The International Trade (War) Thread


#1

For discussions on NAFTA/Trans Pacific etc etc

Pros & Cons, rights and wrongs etc

Is free trade fair trade?

Whose interests are given priority? The public or business?

Is it a race to the bottom? Why do some people call is undemocratic?

Is it luddite to oppose these deals?

Do deficits matter?


#2

bbc.com/news/business-32498715

Full text
mfat.govt.nz/en/about-us/wh … rtnership/

18 December 2014

bbc.com/news/uk-politics-30493297


#3

theguardian.com/commentisfr … the-bottom

news.com.au/national/breakin … 7a4c4d4ec4

who is right? Which is a race to the bottom, free trade or tariffs?


#4

epi.org/publication/briefingpapers_bp147/


#5

bloomberg.com/news/articles … everywhere


#6

bloomberg.com/news/articles … paper-says


#7

globaltimes.cn/content/1093360.shtml

theaustralian.com.au/news/l … b0e0af1164


#8

bloomberg.com/news/articles … unwinnable


#9

I’m going out on a limb here without evidence. Lagarde predicting that trade wars are unwinnable. Unlikely Lagarde ever traded anything in her life.


#10

Well, didn’t China win a few trade wars recently by producing a large quantity of goods cheaper than the other countries and selling them to eager traders who were quite happy to shun the locally produced stuff.

Plus the fact that they enticed a large number of business leaders to switch production to China as well.

So, yes, if you pick the right battles.


#11

abc.net.au/news/2018-03-23/t … ar/9578402

Trump cites IP theft as a reason for this, alongside a trade deficit and loss of manufacturing.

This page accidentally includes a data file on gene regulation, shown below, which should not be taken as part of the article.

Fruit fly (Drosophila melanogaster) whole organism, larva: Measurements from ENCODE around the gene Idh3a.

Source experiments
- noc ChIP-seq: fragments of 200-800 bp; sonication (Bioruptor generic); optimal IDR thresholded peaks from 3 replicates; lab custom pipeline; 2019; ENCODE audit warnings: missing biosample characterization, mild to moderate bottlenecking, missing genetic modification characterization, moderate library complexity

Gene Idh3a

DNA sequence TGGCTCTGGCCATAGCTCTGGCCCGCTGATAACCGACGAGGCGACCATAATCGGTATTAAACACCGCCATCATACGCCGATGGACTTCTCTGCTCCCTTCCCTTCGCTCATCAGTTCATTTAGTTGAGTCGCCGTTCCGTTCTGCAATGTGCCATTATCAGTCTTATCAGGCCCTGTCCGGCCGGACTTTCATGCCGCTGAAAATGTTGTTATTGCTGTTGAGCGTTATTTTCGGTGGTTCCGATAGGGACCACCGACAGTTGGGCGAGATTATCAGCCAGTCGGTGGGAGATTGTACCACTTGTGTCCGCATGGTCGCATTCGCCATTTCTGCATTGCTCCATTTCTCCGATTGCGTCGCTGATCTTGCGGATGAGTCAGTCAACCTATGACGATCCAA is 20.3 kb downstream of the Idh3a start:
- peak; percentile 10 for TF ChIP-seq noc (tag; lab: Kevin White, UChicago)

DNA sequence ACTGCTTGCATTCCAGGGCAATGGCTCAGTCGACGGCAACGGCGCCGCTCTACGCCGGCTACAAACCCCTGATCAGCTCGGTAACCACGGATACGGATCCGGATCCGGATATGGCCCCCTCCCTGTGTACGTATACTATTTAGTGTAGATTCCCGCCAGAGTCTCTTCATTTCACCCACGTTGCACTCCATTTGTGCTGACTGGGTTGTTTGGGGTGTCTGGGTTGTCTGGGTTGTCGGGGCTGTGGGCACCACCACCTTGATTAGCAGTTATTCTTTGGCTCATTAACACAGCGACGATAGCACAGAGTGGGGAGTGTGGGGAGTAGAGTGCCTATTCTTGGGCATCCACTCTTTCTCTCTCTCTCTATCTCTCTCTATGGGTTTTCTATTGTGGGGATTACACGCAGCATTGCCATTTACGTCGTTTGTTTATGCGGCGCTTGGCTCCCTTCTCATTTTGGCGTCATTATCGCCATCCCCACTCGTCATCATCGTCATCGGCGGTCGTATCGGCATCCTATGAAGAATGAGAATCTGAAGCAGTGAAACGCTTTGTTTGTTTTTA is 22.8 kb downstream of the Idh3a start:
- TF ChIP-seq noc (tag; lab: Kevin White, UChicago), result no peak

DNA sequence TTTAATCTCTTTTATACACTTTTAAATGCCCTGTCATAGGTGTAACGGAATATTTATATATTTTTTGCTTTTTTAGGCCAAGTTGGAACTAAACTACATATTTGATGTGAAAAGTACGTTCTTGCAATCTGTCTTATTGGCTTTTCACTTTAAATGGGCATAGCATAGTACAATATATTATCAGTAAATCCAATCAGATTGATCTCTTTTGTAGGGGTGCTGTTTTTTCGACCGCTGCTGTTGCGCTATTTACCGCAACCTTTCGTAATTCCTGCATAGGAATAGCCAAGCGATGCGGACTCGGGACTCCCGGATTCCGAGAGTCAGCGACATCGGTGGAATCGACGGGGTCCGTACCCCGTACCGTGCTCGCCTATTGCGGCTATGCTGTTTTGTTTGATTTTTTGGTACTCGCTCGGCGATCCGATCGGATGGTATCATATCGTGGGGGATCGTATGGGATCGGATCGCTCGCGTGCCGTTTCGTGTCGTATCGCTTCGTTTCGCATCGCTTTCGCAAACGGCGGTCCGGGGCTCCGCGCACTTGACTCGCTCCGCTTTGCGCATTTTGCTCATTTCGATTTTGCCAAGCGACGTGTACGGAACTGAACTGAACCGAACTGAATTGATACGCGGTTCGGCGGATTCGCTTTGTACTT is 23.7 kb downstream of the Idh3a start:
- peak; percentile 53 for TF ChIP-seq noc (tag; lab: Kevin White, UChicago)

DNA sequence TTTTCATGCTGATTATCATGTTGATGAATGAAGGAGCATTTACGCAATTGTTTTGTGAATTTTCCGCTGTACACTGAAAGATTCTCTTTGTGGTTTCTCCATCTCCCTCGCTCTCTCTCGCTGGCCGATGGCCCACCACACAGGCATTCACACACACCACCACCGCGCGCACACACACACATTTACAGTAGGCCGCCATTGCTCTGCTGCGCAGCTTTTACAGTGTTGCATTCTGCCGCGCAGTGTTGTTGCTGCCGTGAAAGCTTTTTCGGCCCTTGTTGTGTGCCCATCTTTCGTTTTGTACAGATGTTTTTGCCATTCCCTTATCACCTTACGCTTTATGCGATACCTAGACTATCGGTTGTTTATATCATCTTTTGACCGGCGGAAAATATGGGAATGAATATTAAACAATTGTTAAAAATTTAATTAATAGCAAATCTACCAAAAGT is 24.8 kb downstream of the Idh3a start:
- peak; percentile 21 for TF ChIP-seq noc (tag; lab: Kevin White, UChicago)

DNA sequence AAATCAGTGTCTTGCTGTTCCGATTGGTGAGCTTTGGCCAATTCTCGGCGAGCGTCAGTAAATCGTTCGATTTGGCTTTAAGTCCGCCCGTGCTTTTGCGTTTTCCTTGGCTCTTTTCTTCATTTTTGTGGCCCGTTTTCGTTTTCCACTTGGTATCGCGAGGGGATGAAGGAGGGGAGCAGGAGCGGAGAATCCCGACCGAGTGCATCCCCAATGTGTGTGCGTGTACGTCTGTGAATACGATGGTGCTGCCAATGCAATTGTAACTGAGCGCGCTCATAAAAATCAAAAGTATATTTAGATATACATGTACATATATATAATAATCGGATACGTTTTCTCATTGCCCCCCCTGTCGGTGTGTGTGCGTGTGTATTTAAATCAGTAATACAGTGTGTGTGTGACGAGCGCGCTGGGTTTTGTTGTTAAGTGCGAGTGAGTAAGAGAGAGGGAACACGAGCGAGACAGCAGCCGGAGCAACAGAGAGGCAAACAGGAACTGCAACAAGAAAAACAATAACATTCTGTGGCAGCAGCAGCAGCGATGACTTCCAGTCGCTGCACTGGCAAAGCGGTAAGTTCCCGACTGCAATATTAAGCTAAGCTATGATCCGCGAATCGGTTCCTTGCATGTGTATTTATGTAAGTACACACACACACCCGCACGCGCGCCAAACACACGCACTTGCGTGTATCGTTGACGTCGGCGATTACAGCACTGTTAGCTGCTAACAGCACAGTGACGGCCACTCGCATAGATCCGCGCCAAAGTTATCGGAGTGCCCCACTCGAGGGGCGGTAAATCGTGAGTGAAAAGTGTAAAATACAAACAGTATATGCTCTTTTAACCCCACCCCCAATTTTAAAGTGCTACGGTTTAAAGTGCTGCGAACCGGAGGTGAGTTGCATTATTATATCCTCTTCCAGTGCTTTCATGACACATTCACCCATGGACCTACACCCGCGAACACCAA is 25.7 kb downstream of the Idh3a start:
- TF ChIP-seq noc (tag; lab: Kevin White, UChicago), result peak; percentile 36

This is from 2013:
bbc.co.uk/news/world-asia-china-22634685

How come it took until Trump to do anything real about this?


#12

I believe Japan was accused of the same thing in the 50’s and 60’s. The US didn’t do anything about that either. I wonder what has changed in the US that has made them sit up and notice now.


#13

Japan wasn’t making the network switches and routers that all information of any value is passing through (or accessible from) today.


#14

Good point but that would only be an argument for creating protection around IT equipment not aluminium and steel. Before routers and switches there was telecoms switches which were manufactured by numerous companies around the world but no-one felt the need for them to be manufactured in specific countries.


#15

The US had a hell of a lot of manufacturing in the 50s and 60s even still until recently. Around 2000 is when it drops like a stone - What happened around then?

money.cnn.com/2017/04/07/news/ec … index.html

Trade deficits matter, trade deals matter
epi.org/publication/manufac … e-culprit/

so does currency manipulation


#16

Questions and answers here (worth a read):
promarket.org/globalization-con … ies-apart/

The paper
nber.org/papers/w24344


#17

robertreich.org/post/36219730368

What is this guys solution?

This is just another reason why Trump got in, the mainstream politicians are yapping about increasing mcdonalds workers pay to boost the economy while claming trade deficits are ok.


#18

Trump’s most hardcore America First trade adviser (Peter Navarro) is on the brink of getting a lot more power
vox.com/policy-and-politics … l-aluminum

en.wikipedia.org/wiki/Peter_Navarro

youtube.com/user/DeathByChina/featured

…interesting times


#19

The Republicans won’t do anything about it; it was a Republican administration that oversaw the collapse of manufacturing in the US. Will the Democrats? Probably not, they’re too up the liberal/fascist IT state’s arse (socially liberal, organisationally fascist).

Globalisation has been a bad thing for most of us; at the same time being in a large trade block is our only/best protection. Go figure…


#20

Let me see: globally, the number of people living in extreme poverty has more than halved in the last 25 or so years.
datatopics.worldbank.org/sdgatla … verty.html

For most of who, exactly, has globalisation been a bad thing?